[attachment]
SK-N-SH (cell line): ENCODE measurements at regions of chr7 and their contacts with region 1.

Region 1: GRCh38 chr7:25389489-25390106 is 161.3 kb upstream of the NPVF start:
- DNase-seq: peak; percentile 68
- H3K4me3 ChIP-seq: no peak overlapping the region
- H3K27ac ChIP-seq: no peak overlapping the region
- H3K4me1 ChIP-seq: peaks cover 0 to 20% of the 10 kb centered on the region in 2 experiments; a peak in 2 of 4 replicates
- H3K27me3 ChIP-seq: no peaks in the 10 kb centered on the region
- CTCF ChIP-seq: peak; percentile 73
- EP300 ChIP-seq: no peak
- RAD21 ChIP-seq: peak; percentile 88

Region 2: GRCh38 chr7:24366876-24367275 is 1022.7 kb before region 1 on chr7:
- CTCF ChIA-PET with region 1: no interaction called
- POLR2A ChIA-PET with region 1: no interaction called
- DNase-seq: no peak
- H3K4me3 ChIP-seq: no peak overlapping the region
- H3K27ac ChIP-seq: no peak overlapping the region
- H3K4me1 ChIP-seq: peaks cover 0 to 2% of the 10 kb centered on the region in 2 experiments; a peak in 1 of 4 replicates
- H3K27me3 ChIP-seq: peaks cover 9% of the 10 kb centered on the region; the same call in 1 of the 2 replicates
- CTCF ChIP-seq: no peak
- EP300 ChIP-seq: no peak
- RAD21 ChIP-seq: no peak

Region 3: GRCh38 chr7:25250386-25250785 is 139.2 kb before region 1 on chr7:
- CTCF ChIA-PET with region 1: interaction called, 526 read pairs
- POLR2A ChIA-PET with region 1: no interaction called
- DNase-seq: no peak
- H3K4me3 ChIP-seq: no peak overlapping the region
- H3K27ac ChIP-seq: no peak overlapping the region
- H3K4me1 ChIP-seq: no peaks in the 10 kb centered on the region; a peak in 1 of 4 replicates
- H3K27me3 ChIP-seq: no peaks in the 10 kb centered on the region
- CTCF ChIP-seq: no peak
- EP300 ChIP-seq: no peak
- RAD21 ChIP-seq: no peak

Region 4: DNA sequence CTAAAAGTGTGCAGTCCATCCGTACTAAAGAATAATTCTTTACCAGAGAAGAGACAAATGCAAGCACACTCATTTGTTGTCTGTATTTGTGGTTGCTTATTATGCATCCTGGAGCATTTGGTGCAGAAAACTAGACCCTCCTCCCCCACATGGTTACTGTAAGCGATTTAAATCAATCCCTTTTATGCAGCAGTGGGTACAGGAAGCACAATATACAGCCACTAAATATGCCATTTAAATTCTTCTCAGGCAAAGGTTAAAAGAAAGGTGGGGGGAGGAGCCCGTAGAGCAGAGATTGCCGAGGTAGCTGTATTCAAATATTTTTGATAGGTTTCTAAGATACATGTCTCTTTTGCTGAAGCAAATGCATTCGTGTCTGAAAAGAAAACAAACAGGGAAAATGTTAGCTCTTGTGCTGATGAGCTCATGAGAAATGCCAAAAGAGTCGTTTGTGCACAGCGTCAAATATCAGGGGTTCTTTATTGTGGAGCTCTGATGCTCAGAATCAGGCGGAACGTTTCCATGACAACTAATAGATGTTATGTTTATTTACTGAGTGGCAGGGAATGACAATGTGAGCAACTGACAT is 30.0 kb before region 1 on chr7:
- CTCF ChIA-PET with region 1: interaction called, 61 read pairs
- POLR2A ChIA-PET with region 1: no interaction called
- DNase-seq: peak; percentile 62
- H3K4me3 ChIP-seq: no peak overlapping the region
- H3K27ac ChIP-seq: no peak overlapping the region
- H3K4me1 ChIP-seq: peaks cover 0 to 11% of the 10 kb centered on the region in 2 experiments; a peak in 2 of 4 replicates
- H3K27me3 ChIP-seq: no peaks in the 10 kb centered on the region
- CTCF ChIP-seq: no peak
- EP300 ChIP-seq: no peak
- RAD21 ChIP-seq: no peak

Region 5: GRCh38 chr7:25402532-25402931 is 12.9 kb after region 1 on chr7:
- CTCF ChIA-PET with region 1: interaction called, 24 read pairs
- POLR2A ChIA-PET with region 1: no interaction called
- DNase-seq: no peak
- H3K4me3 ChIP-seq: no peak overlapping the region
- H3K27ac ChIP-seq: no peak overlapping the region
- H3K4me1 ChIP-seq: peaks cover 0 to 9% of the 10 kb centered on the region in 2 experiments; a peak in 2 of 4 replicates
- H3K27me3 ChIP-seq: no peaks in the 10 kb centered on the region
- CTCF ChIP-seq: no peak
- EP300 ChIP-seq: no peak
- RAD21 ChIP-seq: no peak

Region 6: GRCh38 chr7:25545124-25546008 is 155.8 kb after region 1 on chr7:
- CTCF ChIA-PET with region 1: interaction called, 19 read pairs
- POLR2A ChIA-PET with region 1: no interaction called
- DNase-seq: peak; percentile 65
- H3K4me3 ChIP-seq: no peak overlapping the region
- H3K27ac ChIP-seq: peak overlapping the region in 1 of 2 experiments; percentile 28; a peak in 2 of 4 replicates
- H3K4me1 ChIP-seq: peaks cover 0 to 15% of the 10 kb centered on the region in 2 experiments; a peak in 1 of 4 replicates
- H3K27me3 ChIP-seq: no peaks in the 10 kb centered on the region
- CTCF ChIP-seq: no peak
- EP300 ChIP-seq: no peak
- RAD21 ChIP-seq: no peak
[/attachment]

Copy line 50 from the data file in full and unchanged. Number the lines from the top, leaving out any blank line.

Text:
- H3K4me1 ChIP-seq: peaks cover 0 to 9% of the 10 kb centered on the region in 2 experiments; a peak in 2 of 4 replicates